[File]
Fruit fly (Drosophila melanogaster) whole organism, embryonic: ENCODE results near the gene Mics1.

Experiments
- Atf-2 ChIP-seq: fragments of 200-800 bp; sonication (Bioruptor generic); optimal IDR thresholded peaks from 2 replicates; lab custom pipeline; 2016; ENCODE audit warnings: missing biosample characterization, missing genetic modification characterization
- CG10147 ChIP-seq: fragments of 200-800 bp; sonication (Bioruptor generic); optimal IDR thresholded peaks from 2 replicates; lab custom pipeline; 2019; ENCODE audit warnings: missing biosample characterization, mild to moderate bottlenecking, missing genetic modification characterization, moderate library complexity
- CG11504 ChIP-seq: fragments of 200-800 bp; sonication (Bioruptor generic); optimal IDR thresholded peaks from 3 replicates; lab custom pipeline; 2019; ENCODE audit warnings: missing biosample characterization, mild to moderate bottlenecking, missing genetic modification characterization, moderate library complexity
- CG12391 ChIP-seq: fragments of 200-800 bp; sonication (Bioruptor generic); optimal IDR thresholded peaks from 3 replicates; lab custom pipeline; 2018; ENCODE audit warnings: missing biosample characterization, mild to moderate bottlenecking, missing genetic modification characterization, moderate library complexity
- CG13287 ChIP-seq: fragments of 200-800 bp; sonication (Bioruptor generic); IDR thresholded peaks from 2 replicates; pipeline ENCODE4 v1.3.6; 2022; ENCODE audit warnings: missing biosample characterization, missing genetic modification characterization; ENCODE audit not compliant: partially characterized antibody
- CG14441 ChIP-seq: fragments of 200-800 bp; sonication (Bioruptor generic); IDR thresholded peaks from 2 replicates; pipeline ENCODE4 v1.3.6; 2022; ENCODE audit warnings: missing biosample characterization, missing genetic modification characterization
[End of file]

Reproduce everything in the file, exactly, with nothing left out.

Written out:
Fruit fly (Drosophila melanogaster) whole organism, embryonic: ENCODE results near the gene Mics1.

Experiments
- Atf-2 ChIP-seq: fragments of 200-800 bp; sonication (Bioruptor generic); optimal IDR thresholded peaks from 2 replicates; lab custom pipeline; 2016; ENCODE audit warnings: missing biosample characterization, missing genetic modification characterization
- CG10147 ChIP-seq: fragments of 200-800 bp; sonication (Bioruptor generic); optimal IDR thresholded peaks from 2 replicates; lab custom pipeline; 2019; ENCODE audit warnings: missing biosample characterization, mild to moderate bottlenecking, missing genetic modification characterization, moderate library complexity
- CG11504 ChIP-seq: fragments of 200-800 bp; sonication (Bioruptor generic); optimal IDR thresholded peaks from 3 replicates; lab custom pipeline; 2019; ENCODE audit warnings: missing biosample characterization, mild to moderate bottlenecking, missing genetic modification characterization, moderate library complexity
- CG12391 ChIP-seq: fragments of 200-800 bp; sonication (Bioruptor generic); optimal IDR thresholded peaks from 3 replicates; lab custom pipeline; 2018; ENCODE audit warnings: missing biosample characterization, mild to moderate bottlenecking, missing genetic modification characterization, moderate library complexity
- CG13287 ChIP-seq: fragments of 200-800 bp; sonication (Bioruptor generic); IDR thresholded peaks from 2 replicates; pipeline ENCODE4 v1.3.6; 2022; ENCODE audit warnings: missing biosample characterization, missing genetic modification characterization; ENCODE audit not compliant: partially characterized antibody
- CG14441 ChIP-seq: fragments of 200-800 bp; sonication (Bioruptor generic); IDR thresholded peaks from 2 replicates; pipeline ENCODE4 v1.3.6; 2022; ENCODE audit warnings: missing biosample characterization, missing genetic modification characterization